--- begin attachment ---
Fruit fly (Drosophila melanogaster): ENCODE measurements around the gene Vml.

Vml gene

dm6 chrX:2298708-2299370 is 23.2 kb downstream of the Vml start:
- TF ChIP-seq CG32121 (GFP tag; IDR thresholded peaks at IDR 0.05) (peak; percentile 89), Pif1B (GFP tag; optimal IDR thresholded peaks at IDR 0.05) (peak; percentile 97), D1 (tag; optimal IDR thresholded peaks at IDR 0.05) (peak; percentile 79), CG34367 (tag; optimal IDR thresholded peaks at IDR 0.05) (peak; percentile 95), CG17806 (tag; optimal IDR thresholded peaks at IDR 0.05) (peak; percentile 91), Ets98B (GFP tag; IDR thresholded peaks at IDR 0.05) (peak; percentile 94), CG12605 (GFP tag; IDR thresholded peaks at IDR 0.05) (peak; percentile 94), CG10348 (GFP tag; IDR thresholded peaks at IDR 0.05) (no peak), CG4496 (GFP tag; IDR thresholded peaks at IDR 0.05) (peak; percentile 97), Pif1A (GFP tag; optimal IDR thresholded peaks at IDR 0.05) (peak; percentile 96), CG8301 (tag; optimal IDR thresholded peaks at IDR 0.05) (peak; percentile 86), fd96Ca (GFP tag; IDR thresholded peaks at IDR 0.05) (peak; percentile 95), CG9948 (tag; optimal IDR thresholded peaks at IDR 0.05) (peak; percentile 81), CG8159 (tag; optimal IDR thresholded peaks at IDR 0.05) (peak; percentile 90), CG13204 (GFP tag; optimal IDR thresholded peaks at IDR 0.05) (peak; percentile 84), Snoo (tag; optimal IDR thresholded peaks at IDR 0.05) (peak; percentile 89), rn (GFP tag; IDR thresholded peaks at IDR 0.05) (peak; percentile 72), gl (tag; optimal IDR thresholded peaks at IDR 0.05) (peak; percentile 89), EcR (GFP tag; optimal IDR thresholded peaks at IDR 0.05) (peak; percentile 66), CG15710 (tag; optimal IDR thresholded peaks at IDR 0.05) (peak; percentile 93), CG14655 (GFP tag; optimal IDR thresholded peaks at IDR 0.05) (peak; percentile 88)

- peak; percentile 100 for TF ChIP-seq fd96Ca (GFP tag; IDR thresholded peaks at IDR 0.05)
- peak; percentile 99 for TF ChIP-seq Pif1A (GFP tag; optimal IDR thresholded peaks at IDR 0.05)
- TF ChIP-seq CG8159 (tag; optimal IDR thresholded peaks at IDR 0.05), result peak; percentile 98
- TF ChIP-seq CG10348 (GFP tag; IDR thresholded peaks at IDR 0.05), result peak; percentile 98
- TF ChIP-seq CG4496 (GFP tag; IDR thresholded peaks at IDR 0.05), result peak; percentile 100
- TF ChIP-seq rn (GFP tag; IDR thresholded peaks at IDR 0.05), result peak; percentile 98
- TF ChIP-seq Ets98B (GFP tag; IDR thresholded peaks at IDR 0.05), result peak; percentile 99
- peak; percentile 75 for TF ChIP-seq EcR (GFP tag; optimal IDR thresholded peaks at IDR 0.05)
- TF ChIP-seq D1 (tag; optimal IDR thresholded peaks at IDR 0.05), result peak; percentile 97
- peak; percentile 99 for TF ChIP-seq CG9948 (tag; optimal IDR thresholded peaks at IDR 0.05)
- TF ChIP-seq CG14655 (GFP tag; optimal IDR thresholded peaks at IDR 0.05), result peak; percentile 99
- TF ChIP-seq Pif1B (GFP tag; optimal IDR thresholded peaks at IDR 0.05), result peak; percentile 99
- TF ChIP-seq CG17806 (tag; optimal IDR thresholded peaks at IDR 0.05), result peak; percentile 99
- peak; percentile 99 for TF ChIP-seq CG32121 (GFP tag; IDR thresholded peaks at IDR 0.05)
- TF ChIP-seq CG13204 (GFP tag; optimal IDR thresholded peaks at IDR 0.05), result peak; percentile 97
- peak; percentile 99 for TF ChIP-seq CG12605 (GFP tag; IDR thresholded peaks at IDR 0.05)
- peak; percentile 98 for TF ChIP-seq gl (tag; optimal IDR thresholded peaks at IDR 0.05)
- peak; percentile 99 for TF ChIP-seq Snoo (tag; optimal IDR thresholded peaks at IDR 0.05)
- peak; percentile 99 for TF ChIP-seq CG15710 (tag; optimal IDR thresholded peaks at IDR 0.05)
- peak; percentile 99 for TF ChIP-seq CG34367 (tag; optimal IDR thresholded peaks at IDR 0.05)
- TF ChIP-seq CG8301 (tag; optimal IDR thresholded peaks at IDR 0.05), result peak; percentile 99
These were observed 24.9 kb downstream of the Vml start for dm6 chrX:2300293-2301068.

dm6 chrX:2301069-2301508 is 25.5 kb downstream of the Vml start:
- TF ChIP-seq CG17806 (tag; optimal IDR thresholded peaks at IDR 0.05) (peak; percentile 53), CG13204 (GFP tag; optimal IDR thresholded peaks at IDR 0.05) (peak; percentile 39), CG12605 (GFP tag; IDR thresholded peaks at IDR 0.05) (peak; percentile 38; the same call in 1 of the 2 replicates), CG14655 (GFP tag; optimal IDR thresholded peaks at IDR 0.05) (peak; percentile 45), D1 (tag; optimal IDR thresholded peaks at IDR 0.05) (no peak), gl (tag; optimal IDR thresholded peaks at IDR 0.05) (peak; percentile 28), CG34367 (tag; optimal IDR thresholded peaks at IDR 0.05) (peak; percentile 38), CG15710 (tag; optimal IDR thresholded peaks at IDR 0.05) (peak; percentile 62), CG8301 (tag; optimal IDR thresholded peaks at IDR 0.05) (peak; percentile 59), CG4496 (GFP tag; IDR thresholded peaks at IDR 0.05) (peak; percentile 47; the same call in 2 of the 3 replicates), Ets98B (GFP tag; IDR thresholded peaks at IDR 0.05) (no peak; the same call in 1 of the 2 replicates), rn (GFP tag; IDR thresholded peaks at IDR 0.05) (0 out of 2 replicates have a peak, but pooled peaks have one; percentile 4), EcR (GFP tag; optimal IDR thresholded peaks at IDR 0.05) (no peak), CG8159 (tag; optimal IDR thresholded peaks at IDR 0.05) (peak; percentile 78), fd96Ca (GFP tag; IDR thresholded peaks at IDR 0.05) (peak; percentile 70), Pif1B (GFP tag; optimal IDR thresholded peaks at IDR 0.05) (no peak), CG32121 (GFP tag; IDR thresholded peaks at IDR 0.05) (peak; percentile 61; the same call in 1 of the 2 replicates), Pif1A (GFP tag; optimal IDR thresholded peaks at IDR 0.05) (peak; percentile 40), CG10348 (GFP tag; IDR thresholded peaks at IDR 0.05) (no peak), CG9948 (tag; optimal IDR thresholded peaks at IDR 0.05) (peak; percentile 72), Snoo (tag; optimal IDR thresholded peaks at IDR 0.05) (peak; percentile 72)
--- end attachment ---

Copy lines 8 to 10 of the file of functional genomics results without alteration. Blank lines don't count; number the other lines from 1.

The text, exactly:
- TF ChIP-seq CG10348 (GFP tag; IDR thresholded peaks at IDR 0.05), result peak; percentile 98
- TF ChIP-seq CG4496 (GFP tag; IDR thresholded peaks at IDR 0.05), result peak; percentile 100
- TF ChIP-seq rn (GFP tag; IDR thresholded peaks at IDR 0.05), result peak; percentile 98